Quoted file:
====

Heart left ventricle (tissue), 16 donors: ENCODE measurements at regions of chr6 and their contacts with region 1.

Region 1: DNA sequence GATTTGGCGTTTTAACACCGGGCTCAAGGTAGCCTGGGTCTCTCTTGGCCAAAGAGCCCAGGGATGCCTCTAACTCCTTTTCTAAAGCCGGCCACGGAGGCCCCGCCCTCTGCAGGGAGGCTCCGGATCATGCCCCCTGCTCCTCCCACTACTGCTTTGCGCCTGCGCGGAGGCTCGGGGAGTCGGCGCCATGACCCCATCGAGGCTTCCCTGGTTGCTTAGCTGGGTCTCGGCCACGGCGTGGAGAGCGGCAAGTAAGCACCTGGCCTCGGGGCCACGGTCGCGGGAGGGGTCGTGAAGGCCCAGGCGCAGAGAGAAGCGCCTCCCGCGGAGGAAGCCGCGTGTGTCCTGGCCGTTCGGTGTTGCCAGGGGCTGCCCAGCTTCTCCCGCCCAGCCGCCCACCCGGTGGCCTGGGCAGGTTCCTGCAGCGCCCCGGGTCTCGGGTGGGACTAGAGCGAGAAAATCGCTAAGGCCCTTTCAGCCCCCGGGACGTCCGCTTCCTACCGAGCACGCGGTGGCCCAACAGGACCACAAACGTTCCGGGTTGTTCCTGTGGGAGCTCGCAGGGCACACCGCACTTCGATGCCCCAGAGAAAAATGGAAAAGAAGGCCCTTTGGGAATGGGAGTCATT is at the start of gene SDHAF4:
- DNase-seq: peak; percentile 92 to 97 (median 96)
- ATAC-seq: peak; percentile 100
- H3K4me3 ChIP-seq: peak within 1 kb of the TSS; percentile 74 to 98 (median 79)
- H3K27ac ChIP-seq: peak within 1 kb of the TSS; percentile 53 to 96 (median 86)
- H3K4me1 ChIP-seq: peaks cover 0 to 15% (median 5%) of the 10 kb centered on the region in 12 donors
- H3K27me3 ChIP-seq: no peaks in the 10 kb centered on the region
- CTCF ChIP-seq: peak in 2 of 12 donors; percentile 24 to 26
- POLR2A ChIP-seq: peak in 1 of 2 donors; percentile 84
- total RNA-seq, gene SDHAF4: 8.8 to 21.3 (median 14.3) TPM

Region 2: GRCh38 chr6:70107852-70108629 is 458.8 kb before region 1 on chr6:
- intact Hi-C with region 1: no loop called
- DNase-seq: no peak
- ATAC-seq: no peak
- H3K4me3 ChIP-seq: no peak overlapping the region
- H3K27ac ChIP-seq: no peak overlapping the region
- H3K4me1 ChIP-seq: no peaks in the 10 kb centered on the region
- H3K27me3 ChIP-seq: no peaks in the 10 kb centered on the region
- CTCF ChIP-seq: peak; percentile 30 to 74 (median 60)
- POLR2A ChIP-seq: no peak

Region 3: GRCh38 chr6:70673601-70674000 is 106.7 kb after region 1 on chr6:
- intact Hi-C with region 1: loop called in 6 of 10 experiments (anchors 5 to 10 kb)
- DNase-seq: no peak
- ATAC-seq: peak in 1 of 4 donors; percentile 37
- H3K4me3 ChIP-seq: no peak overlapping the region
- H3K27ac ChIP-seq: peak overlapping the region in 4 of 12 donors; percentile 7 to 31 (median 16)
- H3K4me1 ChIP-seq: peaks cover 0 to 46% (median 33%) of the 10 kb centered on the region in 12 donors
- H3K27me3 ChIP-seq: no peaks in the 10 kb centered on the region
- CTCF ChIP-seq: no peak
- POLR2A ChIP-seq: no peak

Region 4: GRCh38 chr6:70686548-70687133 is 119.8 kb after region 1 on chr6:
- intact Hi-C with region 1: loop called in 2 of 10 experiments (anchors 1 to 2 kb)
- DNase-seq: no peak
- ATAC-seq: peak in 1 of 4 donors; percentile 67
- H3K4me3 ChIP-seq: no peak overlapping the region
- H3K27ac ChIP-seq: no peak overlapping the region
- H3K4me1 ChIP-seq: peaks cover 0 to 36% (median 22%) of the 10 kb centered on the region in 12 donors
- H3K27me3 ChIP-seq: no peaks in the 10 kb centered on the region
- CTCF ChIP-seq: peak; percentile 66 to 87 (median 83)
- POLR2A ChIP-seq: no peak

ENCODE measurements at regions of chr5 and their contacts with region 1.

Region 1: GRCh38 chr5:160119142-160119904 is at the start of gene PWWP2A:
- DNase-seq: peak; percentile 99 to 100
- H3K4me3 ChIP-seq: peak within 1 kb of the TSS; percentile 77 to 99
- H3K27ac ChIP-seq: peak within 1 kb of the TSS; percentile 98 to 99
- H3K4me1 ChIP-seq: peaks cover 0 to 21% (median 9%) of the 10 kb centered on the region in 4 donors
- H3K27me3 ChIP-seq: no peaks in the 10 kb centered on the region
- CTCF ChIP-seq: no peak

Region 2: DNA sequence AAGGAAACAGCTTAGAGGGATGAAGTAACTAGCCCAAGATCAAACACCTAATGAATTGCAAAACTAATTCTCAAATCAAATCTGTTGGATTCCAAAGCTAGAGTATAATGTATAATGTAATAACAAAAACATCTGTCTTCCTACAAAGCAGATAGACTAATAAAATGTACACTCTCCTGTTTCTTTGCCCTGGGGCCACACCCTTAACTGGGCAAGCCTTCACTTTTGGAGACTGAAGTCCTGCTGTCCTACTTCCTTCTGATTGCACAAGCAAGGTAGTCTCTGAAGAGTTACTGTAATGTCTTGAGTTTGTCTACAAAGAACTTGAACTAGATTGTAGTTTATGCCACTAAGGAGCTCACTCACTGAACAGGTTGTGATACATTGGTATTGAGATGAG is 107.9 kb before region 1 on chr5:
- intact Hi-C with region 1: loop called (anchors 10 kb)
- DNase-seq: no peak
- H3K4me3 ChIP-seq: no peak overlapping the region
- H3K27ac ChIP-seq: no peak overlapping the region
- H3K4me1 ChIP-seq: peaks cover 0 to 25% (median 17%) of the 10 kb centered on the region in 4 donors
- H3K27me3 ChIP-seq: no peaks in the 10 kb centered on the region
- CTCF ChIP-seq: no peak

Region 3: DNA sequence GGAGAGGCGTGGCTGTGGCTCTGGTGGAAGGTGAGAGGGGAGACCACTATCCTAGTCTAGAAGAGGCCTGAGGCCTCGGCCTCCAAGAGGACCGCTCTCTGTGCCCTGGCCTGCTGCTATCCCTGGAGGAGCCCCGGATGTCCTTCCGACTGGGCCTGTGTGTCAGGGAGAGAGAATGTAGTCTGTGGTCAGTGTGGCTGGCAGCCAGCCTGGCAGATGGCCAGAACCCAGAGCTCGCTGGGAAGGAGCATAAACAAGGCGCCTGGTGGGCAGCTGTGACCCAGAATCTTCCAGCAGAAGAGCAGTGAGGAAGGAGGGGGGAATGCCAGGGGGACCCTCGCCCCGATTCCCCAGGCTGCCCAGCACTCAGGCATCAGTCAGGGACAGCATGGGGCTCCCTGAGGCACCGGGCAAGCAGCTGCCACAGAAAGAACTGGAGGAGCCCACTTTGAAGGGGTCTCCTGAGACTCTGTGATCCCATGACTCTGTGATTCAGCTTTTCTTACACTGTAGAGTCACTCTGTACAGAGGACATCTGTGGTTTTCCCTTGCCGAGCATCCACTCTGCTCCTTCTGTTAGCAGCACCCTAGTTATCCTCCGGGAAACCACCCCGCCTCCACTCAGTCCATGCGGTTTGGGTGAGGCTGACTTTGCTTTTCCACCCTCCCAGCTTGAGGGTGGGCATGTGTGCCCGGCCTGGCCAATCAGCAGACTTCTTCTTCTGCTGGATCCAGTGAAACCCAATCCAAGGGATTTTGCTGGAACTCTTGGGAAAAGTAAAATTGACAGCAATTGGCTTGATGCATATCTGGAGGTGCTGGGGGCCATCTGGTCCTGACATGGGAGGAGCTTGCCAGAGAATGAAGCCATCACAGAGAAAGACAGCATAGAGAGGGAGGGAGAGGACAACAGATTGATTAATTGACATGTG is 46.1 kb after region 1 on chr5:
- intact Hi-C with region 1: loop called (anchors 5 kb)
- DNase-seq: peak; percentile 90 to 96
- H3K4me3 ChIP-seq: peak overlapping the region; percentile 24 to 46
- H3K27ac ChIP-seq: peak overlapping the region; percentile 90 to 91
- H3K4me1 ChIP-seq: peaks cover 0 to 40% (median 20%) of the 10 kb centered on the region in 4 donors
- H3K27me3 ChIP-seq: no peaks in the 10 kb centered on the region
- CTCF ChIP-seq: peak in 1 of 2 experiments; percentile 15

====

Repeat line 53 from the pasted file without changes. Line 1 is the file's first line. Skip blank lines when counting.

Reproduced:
- H3K4me3 ChIP-seq: no peak overlapping the region